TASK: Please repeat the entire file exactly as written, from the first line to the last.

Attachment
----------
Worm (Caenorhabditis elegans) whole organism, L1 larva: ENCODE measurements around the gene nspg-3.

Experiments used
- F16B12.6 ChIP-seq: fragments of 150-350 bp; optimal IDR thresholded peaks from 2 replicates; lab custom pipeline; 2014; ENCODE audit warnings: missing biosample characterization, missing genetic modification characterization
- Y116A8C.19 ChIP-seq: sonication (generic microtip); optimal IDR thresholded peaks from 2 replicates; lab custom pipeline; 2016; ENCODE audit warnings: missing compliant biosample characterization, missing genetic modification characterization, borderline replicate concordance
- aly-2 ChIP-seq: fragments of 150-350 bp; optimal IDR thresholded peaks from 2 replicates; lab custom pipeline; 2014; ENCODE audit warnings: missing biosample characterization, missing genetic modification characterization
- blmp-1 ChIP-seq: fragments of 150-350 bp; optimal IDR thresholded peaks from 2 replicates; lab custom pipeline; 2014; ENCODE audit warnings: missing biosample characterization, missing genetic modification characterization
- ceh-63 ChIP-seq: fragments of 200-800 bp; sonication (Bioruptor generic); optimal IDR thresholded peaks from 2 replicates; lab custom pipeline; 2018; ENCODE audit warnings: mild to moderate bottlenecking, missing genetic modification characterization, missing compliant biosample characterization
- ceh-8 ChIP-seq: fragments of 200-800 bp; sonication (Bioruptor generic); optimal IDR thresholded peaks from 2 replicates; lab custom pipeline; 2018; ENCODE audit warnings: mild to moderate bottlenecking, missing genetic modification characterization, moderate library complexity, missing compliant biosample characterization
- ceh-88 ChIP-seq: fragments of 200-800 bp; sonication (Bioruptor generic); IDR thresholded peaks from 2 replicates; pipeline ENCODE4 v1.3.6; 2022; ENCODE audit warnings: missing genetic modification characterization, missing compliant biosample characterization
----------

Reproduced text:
Worm (Caenorhabditis elegans) whole organism, L1 larva: ENCODE measurements around the gene nspg-3.

Experiments used
- F16B12.6 ChIP-seq: fragments of 150-350 bp; optimal IDR thresholded peaks from 2 replicates; lab custom pipeline; 2014; ENCODE audit warnings: missing biosample characterization, missing genetic modification characterization
- Y116A8C.19 ChIP-seq: sonication (generic microtip); optimal IDR thresholded peaks from 2 replicates; lab custom pipeline; 2016; ENCODE audit warnings: missing compliant biosample characterization, missing genetic modification characterization, borderline replicate concordance
- aly-2 ChIP-seq: fragments of 150-350 bp; optimal IDR thresholded peaks from 2 replicates; lab custom pipeline; 2014; ENCODE audit warnings: missing biosample characterization, missing genetic modification characterization
- blmp-1 ChIP-seq: fragments of 150-350 bp; optimal IDR thresholded peaks from 2 replicates; lab custom pipeline; 2014; ENCODE audit warnings: missing biosample characterization, missing genetic modification characterization
- ceh-63 ChIP-seq: fragments of 200-800 bp; sonication (Bioruptor generic); optimal IDR thresholded peaks from 2 replicates; lab custom pipeline; 2018; ENCODE audit warnings: mild to moderate bottlenecking, missing genetic modification characterization, missing compliant biosample characterization
- ceh-8 ChIP-seq: fragments of 200-800 bp; sonication (Bioruptor generic); optimal IDR thresholded peaks from 2 replicates; lab custom pipeline; 2018; ENCODE audit warnings: mild to moderate bottlenecking, missing genetic modification characterization, moderate library complexity, missing compliant biosample characterization
- ceh-88 ChIP-seq: fragments of 200-800 bp; sonication (Bioruptor generic); IDR thresholded peaks from 2 replicates; pipeline ENCODE4 v1.3.6; 2022; ENCODE audit warnings: missing genetic modification characterization, missing compliant biosample characterization